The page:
Background on this week's stories:
Andrew Revkin of the New York Times wrote it up on his blog Dot Earth. Alexis Madrigal at Wired wondered if a map like this might be used to convince politicians to reverse their opposition to caps on carbon emissions.
# 2. Turning pollution into DVDs?
Carbon dioxide captured from the smokestacks of power plants could one day provide the raw material for plastics, says our environment correspondent. Jessica Marshall of Discovery News follows up with a few additional details.
# 3. The real "nano" deal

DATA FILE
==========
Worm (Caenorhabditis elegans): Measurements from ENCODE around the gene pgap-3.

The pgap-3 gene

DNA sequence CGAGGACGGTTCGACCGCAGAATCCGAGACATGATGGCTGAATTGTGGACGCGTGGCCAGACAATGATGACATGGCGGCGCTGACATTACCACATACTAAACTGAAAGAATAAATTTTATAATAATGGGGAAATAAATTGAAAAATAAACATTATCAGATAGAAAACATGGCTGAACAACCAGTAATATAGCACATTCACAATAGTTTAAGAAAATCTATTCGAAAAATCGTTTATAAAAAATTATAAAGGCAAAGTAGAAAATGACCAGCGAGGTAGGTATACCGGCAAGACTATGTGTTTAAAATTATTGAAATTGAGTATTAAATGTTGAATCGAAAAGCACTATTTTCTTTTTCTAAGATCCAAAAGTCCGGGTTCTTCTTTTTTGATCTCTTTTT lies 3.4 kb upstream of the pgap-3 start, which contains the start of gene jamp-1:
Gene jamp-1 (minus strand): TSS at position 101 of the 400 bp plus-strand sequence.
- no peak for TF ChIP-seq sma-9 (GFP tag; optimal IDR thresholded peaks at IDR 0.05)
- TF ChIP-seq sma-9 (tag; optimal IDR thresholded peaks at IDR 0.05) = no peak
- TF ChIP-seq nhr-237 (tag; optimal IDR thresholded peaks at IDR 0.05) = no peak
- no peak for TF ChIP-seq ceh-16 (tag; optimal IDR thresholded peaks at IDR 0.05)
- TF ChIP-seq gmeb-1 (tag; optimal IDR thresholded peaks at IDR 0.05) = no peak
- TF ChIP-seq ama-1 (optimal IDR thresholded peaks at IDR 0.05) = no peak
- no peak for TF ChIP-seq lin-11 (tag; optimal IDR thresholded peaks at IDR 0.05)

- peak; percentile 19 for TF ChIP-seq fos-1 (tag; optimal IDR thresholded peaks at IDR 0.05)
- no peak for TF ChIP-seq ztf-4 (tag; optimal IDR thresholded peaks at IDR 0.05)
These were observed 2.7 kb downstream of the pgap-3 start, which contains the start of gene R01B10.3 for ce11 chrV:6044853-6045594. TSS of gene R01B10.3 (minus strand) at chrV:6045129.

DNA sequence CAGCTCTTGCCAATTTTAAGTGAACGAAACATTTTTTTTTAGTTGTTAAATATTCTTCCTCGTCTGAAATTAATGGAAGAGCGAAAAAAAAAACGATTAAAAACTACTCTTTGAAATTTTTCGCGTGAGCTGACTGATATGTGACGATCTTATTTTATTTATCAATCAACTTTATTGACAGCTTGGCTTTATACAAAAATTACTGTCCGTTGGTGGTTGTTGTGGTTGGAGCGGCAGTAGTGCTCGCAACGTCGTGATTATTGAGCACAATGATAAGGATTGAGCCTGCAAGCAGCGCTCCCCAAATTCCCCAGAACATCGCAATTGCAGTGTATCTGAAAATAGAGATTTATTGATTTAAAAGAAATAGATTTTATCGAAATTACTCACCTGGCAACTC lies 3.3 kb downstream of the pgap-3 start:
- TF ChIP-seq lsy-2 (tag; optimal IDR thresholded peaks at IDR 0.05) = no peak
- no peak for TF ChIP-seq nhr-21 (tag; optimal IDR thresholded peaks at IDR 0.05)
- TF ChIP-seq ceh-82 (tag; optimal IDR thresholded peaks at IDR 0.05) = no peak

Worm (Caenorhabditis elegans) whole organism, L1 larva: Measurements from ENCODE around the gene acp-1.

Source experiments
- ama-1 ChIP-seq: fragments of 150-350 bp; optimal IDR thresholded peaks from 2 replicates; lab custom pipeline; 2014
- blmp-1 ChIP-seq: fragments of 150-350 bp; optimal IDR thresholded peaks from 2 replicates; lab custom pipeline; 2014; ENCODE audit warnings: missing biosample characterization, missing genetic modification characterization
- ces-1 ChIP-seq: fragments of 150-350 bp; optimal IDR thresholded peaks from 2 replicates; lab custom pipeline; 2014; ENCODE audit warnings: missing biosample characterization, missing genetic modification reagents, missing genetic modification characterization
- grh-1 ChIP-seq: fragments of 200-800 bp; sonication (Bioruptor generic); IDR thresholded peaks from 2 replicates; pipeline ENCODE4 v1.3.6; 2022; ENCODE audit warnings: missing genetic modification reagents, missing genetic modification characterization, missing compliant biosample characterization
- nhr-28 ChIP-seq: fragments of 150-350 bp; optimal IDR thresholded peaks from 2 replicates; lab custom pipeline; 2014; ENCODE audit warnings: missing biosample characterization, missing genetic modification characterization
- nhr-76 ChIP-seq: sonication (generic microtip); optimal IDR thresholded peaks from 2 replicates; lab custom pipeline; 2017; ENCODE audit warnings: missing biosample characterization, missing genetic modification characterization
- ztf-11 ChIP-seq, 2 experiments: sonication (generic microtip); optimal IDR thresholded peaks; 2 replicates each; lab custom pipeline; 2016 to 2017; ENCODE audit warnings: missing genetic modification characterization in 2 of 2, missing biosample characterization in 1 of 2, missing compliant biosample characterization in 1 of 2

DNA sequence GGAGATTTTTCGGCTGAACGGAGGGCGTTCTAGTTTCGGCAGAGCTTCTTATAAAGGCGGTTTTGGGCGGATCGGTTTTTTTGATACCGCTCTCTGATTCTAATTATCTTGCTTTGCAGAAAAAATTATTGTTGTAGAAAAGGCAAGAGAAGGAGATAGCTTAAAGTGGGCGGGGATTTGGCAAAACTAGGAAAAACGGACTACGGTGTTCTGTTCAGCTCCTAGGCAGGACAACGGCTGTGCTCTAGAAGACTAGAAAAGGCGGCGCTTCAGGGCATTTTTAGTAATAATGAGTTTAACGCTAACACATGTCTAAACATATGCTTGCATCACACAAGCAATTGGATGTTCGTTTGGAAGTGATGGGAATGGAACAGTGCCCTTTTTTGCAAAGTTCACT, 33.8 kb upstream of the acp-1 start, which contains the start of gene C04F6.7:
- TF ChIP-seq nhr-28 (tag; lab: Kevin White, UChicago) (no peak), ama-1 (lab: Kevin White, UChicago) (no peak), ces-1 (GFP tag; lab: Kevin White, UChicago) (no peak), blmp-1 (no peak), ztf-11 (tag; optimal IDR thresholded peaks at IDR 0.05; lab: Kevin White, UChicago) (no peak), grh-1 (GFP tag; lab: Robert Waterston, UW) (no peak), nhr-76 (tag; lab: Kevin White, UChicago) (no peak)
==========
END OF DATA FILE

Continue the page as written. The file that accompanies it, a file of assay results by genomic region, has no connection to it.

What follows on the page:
If you're curious about nanotechnology in general, we have an endless bounty of coverage on the subject at our newly-launched topic page on nanotechnology, which even as its own nanotechnology-specific RSS feed.
In this week's story on the subject, the tiny particles of silver embedded in socks to fight bacteria may also be harming wildlife, says a paper outlining how it might be taken up through the gills of rainbow trout. (Here's an American Chemical Society press release on that paper.)